DriveThruRPG.com
Browse Categories













Back
Never Unprepared: The Complete Game Master's Guide to Session Prep
 
$19.95 $9.95
Average Rating:4.4 / 5
Ratings Reviews Total
22 16
7 1
6 1
1 1
0 2
Never Unprepared: The Complete Game Master\'s Guide to Session Prep
Click to view
Never Unprepared: The Complete Game Master's Guide to Session Prep
Publisher: Encoded Designs
by Jordan R. [Verified Purchaser]
Date Added: 03/31/2019 23:00:20

[Originally published in 2012. For some reason, DTRPG changes the date when you edit, bumping it back to the top. Sorry for that : I simply divided the paragraphs properly.]

I'll say it right off the bat : "Never Unprepared" is not the book you are looking for if you want to actually get better at preparing your games. Even if there are some useful things buried in it, it's mostly hollow talk and useless advice. This comes as a big (and bad) surprise to me : Eureka and Masks are both very good products that you should buy, Gnome Stew is a very interesting blog that you should read, and posts from NU author Phil Vecchione about prep are really a must. Here is my more detailed review.

The book is 131 pages long, with a very complete index and a table of content, so you get about 120 pages of material. It is divided in 14 chapters, one of them being the conclusion and another one listing references and inspiration, plus a foreword, an introduction and a "how to use this book" passage. Quibble here : introduction and conclusion should be treated the same, so both a chapter or none, while references and inspiration should not be a chapter. The main 12 chapters are divided in three sections, and I'll treat each of them separately here.

The first section, "Understanding Prep", contains seven chapters and fills about half of the page count. Another quibble : the first two chapters feel like an introduction, and maybe should have been lumped together into one. In chapter 1 (Prep is Not a Four-letter Word), the author explains why he believes prep has a bad reputation, and why it should not be this way. In chapter 2 (The Phases of Prep), he gives an overview of the five phases of prep that will each get its own chapter : brainstorming (sparking ideas, chap. 3), selection (choosing some ideas, chap. 4), conceptualization (expanding and fleshing out ideas, chap. 5), documentation (making actual notes, chap. 6) and review (making sure you did not make any mistakes, chap 7).

I could go into details of each of those chapters, but it would be repetitive. They all takes a lot of time explaining what is the phase, why it is important, what problems could happen if you do too much or not enough of it, but does not give much actual advice to accomplish it successfully. There is a "Techniques for Improvement" subsection in each of them, but they're all useless. For example, the three given in the Documentation chapter are really nothing more than "think before you write", "don't write things you don't need" and "make sure you are comfortable with your pen or computer software".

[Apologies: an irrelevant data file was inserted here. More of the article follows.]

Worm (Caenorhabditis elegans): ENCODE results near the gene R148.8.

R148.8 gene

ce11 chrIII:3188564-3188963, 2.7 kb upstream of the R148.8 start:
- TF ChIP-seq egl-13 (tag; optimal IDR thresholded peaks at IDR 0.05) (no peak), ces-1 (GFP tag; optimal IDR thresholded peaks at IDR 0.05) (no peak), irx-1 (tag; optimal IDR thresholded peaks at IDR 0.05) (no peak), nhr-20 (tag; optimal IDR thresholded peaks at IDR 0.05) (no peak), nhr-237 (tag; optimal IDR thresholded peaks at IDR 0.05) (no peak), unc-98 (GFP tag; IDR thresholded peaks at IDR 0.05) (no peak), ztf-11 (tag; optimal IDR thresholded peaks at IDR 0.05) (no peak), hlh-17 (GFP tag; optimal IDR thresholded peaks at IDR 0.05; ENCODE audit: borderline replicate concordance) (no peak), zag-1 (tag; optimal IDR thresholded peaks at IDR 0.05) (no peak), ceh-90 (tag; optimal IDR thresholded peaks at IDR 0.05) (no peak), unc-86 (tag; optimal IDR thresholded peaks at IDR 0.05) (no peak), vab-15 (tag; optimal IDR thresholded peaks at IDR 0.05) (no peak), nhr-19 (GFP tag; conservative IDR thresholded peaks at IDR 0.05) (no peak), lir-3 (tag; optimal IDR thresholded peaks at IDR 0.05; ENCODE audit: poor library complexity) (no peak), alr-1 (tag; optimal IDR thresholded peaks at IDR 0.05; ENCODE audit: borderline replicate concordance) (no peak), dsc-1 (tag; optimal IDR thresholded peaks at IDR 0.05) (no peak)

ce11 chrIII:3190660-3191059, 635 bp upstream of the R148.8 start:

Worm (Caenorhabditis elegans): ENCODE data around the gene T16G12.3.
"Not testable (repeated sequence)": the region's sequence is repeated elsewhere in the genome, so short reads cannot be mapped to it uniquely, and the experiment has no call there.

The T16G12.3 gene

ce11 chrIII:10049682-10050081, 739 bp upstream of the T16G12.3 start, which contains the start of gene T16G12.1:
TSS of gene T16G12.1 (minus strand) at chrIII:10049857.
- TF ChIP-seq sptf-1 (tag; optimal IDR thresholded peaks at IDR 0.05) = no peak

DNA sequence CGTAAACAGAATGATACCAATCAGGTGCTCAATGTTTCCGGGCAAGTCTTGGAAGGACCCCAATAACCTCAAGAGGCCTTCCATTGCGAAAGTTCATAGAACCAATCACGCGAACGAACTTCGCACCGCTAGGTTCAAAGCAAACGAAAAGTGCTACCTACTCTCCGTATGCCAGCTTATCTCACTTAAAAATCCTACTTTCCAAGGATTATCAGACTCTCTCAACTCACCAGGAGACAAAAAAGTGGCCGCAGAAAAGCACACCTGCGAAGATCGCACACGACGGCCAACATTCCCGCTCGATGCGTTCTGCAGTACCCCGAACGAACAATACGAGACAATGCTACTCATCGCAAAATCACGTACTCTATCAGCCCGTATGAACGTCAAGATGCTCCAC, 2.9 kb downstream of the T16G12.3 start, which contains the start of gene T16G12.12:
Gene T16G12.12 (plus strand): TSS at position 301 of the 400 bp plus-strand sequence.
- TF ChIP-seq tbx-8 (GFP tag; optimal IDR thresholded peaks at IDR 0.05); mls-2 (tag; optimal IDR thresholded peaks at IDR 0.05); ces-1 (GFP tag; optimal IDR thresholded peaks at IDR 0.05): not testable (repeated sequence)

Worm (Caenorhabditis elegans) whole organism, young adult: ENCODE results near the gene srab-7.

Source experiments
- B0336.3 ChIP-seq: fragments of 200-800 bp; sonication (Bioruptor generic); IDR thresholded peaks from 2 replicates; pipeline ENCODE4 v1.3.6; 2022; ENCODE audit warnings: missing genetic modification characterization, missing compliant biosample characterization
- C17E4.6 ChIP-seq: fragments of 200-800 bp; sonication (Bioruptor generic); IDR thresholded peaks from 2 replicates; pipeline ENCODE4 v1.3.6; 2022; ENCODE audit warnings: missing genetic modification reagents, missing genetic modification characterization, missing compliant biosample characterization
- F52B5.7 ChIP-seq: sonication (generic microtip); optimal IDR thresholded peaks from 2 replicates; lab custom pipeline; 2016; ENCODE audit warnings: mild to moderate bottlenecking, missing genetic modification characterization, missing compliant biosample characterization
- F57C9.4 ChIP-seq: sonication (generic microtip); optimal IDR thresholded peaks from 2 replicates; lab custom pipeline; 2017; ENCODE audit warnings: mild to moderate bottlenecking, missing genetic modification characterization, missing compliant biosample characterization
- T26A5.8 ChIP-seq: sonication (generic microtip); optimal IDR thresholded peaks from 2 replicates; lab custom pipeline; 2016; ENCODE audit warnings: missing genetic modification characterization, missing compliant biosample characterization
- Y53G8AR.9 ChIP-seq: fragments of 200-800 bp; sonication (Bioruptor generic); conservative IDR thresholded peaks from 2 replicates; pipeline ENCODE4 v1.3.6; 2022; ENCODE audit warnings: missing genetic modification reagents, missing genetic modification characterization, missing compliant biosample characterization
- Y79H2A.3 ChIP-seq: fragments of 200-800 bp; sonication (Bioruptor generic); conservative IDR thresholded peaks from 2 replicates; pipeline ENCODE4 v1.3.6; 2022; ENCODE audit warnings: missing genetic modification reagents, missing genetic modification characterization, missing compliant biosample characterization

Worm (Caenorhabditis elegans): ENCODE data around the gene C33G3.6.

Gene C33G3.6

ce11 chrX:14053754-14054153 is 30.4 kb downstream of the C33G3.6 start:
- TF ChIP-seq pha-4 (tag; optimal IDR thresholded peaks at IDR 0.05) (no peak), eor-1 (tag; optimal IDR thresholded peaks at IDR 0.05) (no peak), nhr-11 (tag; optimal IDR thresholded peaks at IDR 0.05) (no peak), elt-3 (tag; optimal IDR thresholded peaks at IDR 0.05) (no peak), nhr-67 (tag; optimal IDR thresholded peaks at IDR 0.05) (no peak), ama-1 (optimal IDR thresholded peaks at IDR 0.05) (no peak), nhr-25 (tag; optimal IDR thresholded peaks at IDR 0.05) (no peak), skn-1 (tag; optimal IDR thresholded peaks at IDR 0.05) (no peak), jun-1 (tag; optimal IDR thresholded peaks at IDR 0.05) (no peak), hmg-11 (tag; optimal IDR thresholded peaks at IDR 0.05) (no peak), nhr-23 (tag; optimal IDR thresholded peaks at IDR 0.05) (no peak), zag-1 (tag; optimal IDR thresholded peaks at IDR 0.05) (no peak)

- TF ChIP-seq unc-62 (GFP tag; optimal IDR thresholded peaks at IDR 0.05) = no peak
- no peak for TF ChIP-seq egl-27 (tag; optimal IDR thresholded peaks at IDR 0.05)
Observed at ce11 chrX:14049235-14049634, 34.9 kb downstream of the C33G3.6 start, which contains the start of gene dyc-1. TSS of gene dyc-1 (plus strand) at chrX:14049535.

I also have issues with the division of phases itself. It does not strike me as the best one to help people understand and get better at prep. The author insists a lot about the fact that conceptualization and documentation are really distinct phases (the first being the thinking, the second the note-taking), but it strikes me as mostly a matter of semantics. I mean, yes, you can distinguish the act of thinking from the act of writing things down, but in the spirit of getting better at prep, a much more productive distinction, in my opinion, would have been to talk about first preparing the general outline of a session/story arc/campaign, then preparing individual scenes in more details. Reading the book, I am under the impression that the author actually sometimes confuses his own phases with these.

The second section, "Prep Toolbox", contains two chapters : chapter 8 (Tools for Prep) and 9 (Mastering Your Creative Cycle). I thought the section would provide tools to prep my sessions, like templates, plot flowcharts and whatnot to use and hack to fit my needs, and boy, was I wrong. Instead of that, the "tools" of chapter 8 are all about the things you use to prep, like notebooks, computer and pens. I kid you not, there is a table listing pros and cons of pen and paper vs computer, stuff like "paper tools don't require power" but "can't capture audio and video". If the chapter was talking about how to get most of different online tools (here are some great generators, here is how to use Obsidian Portal, etc.) or how to prepare material for your games (draw some battle mats, write conditions on index cards, etc.), that could have been acceptable. But no, there is not a single word on that. What you get instead is stuff like "If you use a notebook, you shouldn’t have to worry about the pages falling out" (p. 68).

Chapter 9 comes down to "make a schedule and plan some time for prep", and seriously blow this thing out of proportion by advising to also plan how your creative energy cycle on a hour-by-hour basis using a 0-to-3 scale (with a color-coded table and graph).